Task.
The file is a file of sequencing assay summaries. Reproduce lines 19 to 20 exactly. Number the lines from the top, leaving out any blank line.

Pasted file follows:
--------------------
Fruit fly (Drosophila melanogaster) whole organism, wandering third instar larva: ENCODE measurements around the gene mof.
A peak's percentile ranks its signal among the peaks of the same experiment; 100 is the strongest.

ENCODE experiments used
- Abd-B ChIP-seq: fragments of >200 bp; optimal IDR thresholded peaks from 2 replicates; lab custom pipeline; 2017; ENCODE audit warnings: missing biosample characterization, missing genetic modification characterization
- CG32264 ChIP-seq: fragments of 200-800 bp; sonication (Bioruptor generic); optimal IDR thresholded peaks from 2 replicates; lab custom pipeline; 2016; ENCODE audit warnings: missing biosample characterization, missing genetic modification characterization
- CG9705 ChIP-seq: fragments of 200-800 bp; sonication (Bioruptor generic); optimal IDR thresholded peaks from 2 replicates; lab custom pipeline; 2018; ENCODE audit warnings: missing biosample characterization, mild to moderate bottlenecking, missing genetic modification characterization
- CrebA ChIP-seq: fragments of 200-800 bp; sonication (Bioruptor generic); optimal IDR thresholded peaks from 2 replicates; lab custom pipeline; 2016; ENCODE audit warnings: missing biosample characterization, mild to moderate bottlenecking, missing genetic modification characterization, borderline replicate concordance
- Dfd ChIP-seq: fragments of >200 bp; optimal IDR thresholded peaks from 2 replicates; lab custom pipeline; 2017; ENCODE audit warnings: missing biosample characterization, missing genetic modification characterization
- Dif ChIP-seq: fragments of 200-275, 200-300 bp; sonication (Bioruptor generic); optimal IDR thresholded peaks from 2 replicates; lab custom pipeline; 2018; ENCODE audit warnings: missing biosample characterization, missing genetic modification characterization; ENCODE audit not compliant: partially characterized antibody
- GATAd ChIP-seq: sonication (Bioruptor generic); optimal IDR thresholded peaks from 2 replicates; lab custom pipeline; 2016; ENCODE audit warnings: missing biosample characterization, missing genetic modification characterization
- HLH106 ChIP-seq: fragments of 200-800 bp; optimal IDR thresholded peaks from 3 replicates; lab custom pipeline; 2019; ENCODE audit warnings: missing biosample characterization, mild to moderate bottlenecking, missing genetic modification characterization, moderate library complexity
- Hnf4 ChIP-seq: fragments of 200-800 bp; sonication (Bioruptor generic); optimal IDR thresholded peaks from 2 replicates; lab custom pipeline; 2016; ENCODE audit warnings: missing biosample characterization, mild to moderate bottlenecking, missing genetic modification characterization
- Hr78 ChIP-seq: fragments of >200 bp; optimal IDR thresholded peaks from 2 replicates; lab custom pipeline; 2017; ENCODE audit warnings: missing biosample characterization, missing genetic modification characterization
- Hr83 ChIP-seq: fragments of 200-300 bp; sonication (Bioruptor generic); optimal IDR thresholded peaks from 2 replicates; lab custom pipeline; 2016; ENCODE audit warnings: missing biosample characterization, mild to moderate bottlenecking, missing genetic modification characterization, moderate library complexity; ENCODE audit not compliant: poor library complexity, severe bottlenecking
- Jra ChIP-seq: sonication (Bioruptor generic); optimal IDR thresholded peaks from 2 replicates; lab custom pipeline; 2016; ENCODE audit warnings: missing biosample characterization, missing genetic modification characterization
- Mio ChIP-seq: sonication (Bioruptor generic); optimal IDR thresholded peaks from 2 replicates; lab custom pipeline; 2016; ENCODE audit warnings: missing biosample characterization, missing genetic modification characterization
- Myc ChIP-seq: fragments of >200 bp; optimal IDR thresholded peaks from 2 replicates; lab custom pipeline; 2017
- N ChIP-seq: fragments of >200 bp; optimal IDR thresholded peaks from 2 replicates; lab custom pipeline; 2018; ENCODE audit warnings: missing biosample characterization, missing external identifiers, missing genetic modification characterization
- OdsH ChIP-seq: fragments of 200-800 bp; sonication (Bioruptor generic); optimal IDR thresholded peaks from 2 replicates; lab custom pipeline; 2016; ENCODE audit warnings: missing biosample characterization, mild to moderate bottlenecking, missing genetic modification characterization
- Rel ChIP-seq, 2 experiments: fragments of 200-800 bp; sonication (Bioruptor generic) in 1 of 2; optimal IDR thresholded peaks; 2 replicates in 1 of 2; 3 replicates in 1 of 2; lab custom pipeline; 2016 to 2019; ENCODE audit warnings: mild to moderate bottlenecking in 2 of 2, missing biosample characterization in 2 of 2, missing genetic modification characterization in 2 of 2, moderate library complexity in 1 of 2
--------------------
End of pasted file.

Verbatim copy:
- OdsH ChIP-seq: fragments of 200-800 bp; sonication (Bioruptor generic); optimal IDR thresholded peaks from 2 replicates; lab custom pipeline; 2016; ENCODE audit warnings: missing biosample characterization, mild to moderate bottlenecking, missing genetic modification characterization
- Rel ChIP-seq, 2 experiments: fragments of 200-800 bp; sonication (Bioruptor generic) in 1 of 2; optimal IDR thresholded peaks; 2 replicates in 1 of 2; 3 replicates in 1 of 2; lab custom pipeline; 2016 to 2019; ENCODE audit warnings: mild to moderate bottlenecking in 2 of 2, missing biosample characterization in 2 of 2, missing genetic modification characterization in 2 of 2, moderate library complexity in 1 of 2